The Regional Municipality of Peel’s motto is “Working for you.” With its West Trunk Sewer project, that’s exactly what they’re doing. Located in Southern Ontario, Peel Region is currently home to one of the largest linear wastewater projects in all of Canada. Through the Region’s Water and Wastewater Master Plan, the Region identified a need to upgrade its current wastewater infrastructure and it hopes to do so in a way that ensures future upgrades are not needed for the next 50 to 100 years.
The project spans a great length at nearly 14.5 kilometers and runs from Highway 401 in the North, to just north of Queen Elizabeth Parkway in the City of Mississauga
An environmental assessment completed in 2009 found that Twinning the existing West Trunk Sewer system the best course of action. The process of “twinning” is as simple as adding another pipe, but of course is much more complicated than that in a project with as many factors as this one.
The existing system is almost 50 years old and is in need of serious rehabilitation. Development pressure within the Region and a push for infill intensification also are driving factors behind the project.
The existing sewer pipe capacity is also nearing its maximum capacity and leaving no room for new growth. By twinning the sewer—and essentially adding a second pipe—capacity will be greatly increased.
With the scale and scope of the project, public input is extremely important. Because the construction area is 14.5 km long and runs through densely populated portions of Mississauga, the project has potential to impact the public. Minimizing impact was a main focus when planning the project. The project team decided against open-cut construction, which would significantly affect traffic. There are also a number of crossings in the project area, including creeks, river, highways, and rail crossings. Various stakeholders were engaged early on in the planning stages for their input and approval.
As it is, the project underwent a Schedule C Class Environmental Assessment process For a Schedule C Class EA, often reserved for complicated and large-scale construction of new facilities or major expansions to existing facilities, the project went through a five-phased environmental planning process. This takes into account not only the environmental impact of the project, but the socioeconomic impacts to the public and local economy as well.
Essentially, the project began with a problem statement. Various alternatives were explored until a short list was developed. This is when stakeholders were engaged, such as Canadian Pacific Railway, Ministry of Transportation and the Credit Valley Conservation Authority, since they would be directly impacted by the construction.
Ensuring Successful Construction
The construction itself is also quite the feat, as it is being completed entirely underground. Using two different types of tunnel boring machines—rock and earth pressure balance—crews working at a depth up to 55 meters underground will have to tunnel through solid shale bedrock and mixed ground conditions to twin the sewer.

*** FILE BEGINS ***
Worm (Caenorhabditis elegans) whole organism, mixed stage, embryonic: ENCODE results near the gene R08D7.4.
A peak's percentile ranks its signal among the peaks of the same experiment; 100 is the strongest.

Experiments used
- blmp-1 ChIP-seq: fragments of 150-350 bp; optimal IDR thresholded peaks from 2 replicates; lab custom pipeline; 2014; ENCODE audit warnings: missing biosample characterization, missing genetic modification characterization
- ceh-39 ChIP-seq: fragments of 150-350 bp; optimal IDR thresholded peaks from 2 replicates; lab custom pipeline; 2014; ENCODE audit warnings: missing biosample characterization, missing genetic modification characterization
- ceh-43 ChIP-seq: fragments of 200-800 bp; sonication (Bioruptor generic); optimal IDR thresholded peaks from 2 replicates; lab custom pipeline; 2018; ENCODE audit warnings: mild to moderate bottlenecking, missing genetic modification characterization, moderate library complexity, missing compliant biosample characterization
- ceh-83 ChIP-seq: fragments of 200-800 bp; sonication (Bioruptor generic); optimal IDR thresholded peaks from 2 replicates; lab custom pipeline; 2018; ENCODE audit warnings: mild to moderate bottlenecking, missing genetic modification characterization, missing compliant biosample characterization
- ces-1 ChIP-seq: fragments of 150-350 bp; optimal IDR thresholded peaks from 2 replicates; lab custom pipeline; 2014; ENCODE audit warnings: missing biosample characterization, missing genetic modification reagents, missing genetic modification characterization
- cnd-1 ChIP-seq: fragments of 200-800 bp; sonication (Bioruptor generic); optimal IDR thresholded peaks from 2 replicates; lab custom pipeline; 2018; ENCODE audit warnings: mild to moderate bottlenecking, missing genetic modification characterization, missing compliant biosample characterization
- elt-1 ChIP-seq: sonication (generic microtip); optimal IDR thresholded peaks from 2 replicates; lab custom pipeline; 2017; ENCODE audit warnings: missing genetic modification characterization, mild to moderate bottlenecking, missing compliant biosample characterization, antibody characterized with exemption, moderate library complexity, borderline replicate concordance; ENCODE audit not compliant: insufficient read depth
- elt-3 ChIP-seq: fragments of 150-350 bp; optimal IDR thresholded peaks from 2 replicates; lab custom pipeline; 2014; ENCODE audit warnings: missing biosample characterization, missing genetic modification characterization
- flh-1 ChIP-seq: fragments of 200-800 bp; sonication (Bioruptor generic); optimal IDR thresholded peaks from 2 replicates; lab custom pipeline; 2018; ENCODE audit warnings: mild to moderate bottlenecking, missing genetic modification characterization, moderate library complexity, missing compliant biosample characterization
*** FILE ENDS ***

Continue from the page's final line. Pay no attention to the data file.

The construction is being tendered under two contacts, the first of which was awarded to McNally Construction Inc. and is currently under construction. The second contract will be tendered sometime later this summer. WSP Canada Inc. is the Design Consultant for the project and is also providing contract administration and inspection services during the construction phase.
Golder Associates Ltd. is providing the geotechnical services relating to this project. During the geotechnical investigation, it was discovered that methane gas was present in some pockets of the shale bedrock, adding a layer of complexity to the construction. The gas’ presence at the construction’s depth is not uncommon, but the pressure at which it was released is.
Golder had to coordinate with the Ministry of Natural Resources to drill special bore holes to verify the extent of the presence of the methane gas and analyze the impact it would have on the proposed tunnel construction. Based on the geotechnical findings special electrical classifications for the tunnel boring machines were specified for. This ensures that if the contractor hits gas in the tunneling process, there would be sufficient protections in place to ensure the safety of the construction workers, infrastructure and the public. Of course, safety is a top priority for a successful implementation of any construction project.
This is one of most expansive project relating to wastewater collection system in Canada, costing around $160 million. Upon completion, sewage will begin flowing into the trunk’s system, thus achieving the project’s goal.
Key personnel on the project include Peel Region’s Project Manager Ajay Puri, McNally Construction’s Jeff Reid, and WSP Canada’s Project Manager Chad Stephen.
Both contracts are expected to be completed in summer/fall of 2016.
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